Apology And Phaaedo Analysis

822 Words 4 Pages
Even though, The Apology and Phaedo appeared to be two different philosophies, by the way both are exhibit and by the circumstances the protagonist finds himself in, both books share the same views in philosophy. The message that Socrates gives in these two books is that he really loved philosophy and what it meant to be a philosopher, hence everything he did, as a free man and as a convict sentence to death, was for the love of it. Socrates spends his whole life practicing philosophy, and because of it, he thought himself a better man, therefore he believed philosophy as a gateway to purifying the soul. Socrates believed that dying for what he believed to be right is worth dying for, at the end of The Apology he mentioned, he would rather …show more content…
In his final speech, Socrates tells the jury “It is not difficult to avoid death, gentlemen; it is much more difficult to avoid wickedness, for it runs faster than death.” (Plato Pg. 39, 38 e) This are deep words from an amazing philosopher, for he is embracing death, and chastising the wickedness of the ones who sentenced him to death. Socrates did not view death as punishment, hence as a philosopher, he thought of it as a liberation of the soul from the sickness of being alive. In Phaedo, he mentions this philosophy throughout the book, furthermore, he mentions “one aim of those who practice philosophy in the proper manner is to practice for dying and death.” (Plato, Phaedo Pg. 55, 64a) These two quotes are an example of Socrates love for philosophy and what it means to be a …show more content…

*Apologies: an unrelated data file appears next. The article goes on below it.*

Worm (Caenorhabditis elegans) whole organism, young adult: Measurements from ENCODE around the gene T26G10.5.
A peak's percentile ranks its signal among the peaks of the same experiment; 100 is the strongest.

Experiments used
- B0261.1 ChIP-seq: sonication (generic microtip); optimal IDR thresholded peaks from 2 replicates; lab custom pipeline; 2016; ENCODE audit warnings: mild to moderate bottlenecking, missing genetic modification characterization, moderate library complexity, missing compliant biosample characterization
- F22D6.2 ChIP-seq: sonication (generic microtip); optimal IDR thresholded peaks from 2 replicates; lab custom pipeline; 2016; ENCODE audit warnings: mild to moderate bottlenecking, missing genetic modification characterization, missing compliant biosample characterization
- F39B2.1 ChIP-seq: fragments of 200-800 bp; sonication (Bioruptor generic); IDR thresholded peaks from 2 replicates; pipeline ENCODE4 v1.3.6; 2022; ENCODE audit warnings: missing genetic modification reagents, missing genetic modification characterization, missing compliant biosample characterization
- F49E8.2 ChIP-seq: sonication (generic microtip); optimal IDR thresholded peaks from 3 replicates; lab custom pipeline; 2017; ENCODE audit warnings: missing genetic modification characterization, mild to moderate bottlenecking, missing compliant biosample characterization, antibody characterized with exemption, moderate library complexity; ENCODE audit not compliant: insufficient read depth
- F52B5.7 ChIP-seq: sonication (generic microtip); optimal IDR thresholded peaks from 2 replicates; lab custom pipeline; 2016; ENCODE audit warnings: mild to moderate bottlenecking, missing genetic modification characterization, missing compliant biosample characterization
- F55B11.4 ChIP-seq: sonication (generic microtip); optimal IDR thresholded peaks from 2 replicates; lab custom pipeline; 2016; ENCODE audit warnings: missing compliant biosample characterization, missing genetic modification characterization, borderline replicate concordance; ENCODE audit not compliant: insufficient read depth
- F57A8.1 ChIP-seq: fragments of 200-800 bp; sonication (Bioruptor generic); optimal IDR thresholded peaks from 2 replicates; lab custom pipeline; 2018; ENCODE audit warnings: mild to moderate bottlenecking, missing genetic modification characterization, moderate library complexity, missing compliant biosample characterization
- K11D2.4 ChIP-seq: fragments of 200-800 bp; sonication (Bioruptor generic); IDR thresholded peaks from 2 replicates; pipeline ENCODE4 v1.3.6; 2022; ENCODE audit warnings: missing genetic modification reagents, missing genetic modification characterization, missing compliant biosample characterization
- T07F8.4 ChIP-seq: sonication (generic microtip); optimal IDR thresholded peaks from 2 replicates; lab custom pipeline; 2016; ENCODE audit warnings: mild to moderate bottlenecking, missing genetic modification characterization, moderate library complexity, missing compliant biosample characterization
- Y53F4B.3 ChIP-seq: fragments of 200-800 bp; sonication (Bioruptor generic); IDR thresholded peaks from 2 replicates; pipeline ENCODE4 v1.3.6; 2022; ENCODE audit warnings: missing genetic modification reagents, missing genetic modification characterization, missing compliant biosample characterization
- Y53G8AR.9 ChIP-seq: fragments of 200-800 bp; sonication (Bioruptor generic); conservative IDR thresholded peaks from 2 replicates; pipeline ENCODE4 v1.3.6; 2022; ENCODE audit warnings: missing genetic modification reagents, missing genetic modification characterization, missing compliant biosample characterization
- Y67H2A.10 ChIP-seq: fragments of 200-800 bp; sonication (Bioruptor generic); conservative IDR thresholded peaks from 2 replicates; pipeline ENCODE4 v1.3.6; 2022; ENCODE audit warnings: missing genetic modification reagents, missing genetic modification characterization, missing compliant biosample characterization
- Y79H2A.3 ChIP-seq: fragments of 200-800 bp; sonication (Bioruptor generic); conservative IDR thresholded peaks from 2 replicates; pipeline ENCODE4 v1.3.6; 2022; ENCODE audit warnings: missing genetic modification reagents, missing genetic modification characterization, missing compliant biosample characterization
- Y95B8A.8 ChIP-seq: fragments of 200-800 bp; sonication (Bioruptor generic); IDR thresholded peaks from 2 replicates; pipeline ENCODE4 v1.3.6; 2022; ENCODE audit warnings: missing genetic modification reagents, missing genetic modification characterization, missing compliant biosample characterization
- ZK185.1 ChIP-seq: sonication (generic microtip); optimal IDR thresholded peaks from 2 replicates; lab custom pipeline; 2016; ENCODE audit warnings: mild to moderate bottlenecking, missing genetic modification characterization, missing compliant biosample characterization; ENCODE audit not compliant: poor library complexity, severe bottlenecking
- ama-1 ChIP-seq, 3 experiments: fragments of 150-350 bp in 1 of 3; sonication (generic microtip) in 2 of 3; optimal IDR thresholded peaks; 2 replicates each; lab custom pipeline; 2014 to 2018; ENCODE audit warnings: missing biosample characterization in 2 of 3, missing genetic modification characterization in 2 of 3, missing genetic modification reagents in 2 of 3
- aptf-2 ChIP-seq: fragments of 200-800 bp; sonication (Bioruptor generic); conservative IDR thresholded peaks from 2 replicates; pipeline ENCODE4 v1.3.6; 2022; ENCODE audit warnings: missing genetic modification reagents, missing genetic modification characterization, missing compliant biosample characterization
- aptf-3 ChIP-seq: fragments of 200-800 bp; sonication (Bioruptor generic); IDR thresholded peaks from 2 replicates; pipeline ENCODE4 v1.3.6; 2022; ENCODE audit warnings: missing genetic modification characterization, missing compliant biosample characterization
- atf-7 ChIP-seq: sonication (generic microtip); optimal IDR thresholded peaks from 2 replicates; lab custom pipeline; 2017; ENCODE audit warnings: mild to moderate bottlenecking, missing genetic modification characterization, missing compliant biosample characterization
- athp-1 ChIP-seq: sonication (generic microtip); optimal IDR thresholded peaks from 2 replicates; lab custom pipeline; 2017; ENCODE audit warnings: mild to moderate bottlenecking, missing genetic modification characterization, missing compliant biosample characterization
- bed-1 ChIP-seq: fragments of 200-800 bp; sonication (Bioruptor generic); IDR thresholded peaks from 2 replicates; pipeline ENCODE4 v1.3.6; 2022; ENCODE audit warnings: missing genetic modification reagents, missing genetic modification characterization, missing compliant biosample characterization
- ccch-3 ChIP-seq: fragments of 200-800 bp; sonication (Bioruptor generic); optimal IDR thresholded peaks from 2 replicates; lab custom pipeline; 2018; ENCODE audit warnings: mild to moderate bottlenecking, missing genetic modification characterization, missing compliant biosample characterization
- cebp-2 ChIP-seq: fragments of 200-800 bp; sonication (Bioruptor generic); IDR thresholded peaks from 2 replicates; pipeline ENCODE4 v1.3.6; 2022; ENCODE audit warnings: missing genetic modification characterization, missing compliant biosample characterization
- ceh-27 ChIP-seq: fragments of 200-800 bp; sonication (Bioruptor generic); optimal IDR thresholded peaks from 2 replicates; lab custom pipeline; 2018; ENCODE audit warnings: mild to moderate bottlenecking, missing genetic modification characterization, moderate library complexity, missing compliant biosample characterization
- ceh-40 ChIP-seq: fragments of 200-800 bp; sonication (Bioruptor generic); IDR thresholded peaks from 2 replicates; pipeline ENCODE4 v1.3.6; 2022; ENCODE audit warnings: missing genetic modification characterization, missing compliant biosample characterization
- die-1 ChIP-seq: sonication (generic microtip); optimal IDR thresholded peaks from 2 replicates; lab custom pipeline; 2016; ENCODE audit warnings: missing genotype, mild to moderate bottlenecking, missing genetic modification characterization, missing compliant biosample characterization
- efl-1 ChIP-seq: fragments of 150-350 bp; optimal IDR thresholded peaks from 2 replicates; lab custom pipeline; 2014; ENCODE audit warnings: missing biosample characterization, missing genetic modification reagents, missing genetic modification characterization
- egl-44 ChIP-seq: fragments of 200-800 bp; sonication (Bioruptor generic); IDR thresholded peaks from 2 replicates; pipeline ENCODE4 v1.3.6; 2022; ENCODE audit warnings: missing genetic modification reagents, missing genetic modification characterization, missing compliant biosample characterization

Socrates would rather die than to spend the rest of his life, not practicing philosophy, for he mentioned this in a speech before he was found guilty, that if he is given the option to be acquitted, only with the condition to spend no more time on the investigation and not to practice philosophy, and if he is caught doing so he would die. This what Socrates said if these conditions were given to him “Men of Athens, I am grateful and I am your friend, but I will obey the god rather than you, and as long as I draw breath and am able, I shall not cease to practice philosophy, to exhort you and in my usual way to point out to any one of you whom I happen to meet.” (Plato, Apology Pg. 32, 31d.) This quote shows how much Socrates loved philosophy, for he puts it before life itself. One can just speculate by his speeches from both books that Socrates thought of life as just a road bump, the real freedom, starts after death, hence he mentions on and on that death, is not a punishment but a

Related Documents